Because the pelvic floor is not working in isolation, any rotation or dysfunction of the lower back, bony pelvis, and its joints will also result in pathology, so yoga programs have to be designed to maintain balance of the major muscles which influence the pelvic structure and the lower back. Either sacroiliac joint dysfunction or symphesis pubis dysfunction can both result in pelvic floor hypertonicity and can aggravate the chronic conditions mentioned above.
Thus, improving muskuloskeletal alignment and myofascial function through yoga practice can greatly improve standard western medical treatment results. Table 2 has clinical presentation and sample beneficial postures for urologic conditions.
As with any other therapeutic physical exercise program yoga must always address the medical history of the patient. Prior to starting, the physician and the yoga professional should take into consideration patient factors such as body type/weight, age, health, overall physical fitness of the patient and pre-existing surgical condition such as: traumatic deliveries, bladder suspensions, hysterectomies, prostrate surgery, etc. In cases of chronic disorders, one should not blindly start a therapeutic yoga program and should structure a program that addresses a patient’s physical and emotional limitations.
Once a patient’s basic physical condition has been addressed, a yoga program can be structured which affords the patient the ability to reduce symptoms in the privacy of their homes. Since yoga does not require special machinery, heavy lifting, and very little expense, our experience has been that many patients report a high degree of satisfaction with yoga as exercise.
A good basic yoga program follows the basics of any good program; warm-up exercises, main exercises, cool down exercises. It differs in that it includes deep breathing exercises. These are essential as they help re- duce stress while improving oxygenation that will aid in the release of endorphins and they help improve cardiopulmonary function (See Table 1).
Hatha Yoga is not an alternative to traditional treatments. Rather, it should accompany long-standing methods, providing the patient with another potential tool to benefit their overall health. Yoga is a useful complimentary therapy in the treatment of chronic urological conditions. Regular practice of yoga has been shown to increase endorphin release, resulting in improved pain control and stress reduction. Since reduced levels of stress have been noted, often, the patient practicing yoga changes their perception of stress, which results in an increased sense of well-being. Often, the practitioner of yoga feels a sense of accomplishment and control over their chronic pain, which, until they began practicing yoga was absent in their lives. Improved musculoskeletal function has also been linked to the practice of yoga providing the patient a legitimate exercise format to regain or keep muscle strength and aerobic capacity.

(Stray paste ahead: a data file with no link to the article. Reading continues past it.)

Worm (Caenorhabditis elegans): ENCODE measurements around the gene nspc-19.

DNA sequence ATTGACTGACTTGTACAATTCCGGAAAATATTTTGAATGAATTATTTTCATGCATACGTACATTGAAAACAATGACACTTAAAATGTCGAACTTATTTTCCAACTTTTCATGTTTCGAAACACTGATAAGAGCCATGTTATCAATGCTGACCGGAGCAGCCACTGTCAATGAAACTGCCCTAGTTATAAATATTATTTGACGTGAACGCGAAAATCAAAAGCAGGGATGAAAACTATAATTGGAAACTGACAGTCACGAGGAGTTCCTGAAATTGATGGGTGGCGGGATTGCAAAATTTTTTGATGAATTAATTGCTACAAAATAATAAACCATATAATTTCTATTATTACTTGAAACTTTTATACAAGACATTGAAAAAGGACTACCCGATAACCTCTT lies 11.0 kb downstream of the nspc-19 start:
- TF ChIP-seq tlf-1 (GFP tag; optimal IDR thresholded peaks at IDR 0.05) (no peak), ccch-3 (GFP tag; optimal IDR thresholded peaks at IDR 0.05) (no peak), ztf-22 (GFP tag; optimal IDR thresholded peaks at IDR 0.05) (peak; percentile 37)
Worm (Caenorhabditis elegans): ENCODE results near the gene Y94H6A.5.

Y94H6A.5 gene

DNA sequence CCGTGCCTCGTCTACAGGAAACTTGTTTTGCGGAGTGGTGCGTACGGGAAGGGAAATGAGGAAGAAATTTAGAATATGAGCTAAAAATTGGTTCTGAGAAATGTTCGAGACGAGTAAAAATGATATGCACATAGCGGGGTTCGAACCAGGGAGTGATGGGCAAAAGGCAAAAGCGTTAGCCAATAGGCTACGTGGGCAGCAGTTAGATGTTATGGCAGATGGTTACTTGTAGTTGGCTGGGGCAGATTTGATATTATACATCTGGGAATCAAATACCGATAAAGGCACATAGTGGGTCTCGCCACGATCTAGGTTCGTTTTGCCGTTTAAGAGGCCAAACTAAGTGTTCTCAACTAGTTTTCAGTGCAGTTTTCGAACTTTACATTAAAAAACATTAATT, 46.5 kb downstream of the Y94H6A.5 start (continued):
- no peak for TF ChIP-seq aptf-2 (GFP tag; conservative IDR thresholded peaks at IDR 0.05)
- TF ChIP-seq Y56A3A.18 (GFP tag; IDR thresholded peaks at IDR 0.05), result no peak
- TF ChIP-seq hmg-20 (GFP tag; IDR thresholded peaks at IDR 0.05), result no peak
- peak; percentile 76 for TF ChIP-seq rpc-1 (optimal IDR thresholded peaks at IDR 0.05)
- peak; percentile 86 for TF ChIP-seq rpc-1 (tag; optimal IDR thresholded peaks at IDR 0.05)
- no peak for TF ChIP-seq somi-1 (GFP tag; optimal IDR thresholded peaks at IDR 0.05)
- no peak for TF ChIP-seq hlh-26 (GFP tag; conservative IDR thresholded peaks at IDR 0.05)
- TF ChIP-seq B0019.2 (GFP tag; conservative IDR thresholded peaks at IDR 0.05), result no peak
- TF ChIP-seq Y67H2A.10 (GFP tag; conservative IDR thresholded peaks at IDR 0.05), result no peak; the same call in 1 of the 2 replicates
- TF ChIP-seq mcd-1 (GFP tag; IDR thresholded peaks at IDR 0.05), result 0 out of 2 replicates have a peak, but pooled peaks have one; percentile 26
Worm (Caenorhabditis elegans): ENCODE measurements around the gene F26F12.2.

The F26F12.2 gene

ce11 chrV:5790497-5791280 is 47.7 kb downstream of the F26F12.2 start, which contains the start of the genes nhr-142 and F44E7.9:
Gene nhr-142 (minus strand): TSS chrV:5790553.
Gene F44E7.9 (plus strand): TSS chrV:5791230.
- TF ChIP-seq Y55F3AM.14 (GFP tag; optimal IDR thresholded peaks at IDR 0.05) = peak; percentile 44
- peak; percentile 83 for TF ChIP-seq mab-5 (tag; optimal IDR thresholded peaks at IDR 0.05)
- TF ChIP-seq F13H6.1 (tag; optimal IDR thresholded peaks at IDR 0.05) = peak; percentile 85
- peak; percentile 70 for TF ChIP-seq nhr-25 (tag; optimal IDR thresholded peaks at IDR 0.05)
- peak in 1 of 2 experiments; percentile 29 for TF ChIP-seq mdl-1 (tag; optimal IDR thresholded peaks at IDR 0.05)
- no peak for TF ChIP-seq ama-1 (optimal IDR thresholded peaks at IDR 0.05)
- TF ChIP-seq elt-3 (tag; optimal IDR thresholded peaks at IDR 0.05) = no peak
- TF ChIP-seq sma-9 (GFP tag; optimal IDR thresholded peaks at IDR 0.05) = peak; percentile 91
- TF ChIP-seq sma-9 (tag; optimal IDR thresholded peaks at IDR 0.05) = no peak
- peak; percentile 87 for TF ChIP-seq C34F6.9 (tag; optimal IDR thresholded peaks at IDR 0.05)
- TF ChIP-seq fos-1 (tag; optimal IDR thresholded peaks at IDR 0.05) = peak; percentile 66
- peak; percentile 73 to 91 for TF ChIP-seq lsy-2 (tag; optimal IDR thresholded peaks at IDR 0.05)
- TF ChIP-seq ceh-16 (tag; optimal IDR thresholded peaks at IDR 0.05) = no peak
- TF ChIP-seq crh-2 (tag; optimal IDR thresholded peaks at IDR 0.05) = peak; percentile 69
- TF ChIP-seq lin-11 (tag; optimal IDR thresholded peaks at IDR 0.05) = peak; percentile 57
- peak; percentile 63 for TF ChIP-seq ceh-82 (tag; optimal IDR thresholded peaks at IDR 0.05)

1. Arambula P, Peper E, Kawakami M, Gibney KH (2001) The physiological correlates of Kundalini yoga meditation: a study of a yoga master. Appl Psychophysiol Biofeedback 26:147–153
2. Behera D (1998). Yoga therapy in chronic bronchitis. J Assoc Physicians India 46:207–208
3.Birkel DA, Edgren L (2000) Hatha Yoga: improved vital capacity of college students. Altern Ther Health Med 6:53–63
4. Glassey D (2002) Why Yoga Works. www.healtough.com/csft/ yoga.html
5. Hartle JL, Eifert GH, Smith R(1995) The effects of running and meditation on beta-endorphin, corticotropin-releasing hormone and cortisol in plasma and on mood. Biol Psychol 40:251–265
6. Iyengar BKS (1979) Light on Yoga. Schocken, New York, pp 61–448
7. Kjaer TW, Bertlesen C, Piccini P, Brooks D, Alving G, Lou HC (2002) Increased dopamine tone during meditation induced change of conciousness. Brain Res Cogn Brain Res 13:255–259
8. Mahowald D, Ripoll E (2000) Application of Hatha Yoga asanas to chronic cystitis using Western medical, Chinese acu- pressure and Ayurvedic points of view. Int J Yoga Therapy
9. Manchanda SC, Narang R, Reddy KS, Sachdeva U, Pra- bhakaren D, Dharmanand S, Rajani M, Bijlani R(2001) Retardation of coronary atherosclerosis with yoga lifestyle intervention. J Assoc Physicians India 48:687–694
10. Ray US, Sinha B, Tomer OS, Pathak A, Dasgupta T, Selva- murthy W (2002) Aerobic capacity & perceived exertion after practice of Hatha yogic exercises. Exercise Physiology Labo- ratory, Defense Institute of Physiology & Allied Sciences, Lucknow Road, Timarpur, Delhi 110054, India. Indian J Med Res 114:215–221
11. Ornish D (1994) Stress, diet & your heart. Ballantine, New York
12. Ripoll E, Mahowald D (2003) Cystitis – a time to heal with yoga and acupressure: an eight week exercise program with special information on interstitial cystitis & urethral syndrome. 1st Books Library, Bloomington, IN, USA, www.1stli- brary.com. Available Jan 2003
13. Schatz MP (1992) Back care basics – a doctor’s gentle yoga program for back and neck pain relief. Rodmell, Berkeley, Calif., USA, pp 21–36
14. Schell FJ, Allolio B, Schonecke OW (1994) Physiological and psychologicl effects of hatha yoga exercise in healthy women. Int J Psychosom 41:46–52
15. Tran MD, Holly RG, Lashbrook J, Amsterdam EA (2001) Effects of hatha yoga practice on the health-related aspects of physical fitness. Department of Exercise Science, University of California at Davis, Davis, CA 95616. Prev Cardiol. 4:165–170
16. Weintraub Amy (2002) The natural Prozac: www.yogajour- nal.com/health/133
17. Yadri N (2001) Yoga for control of epilepsy. Seizure 10:7–12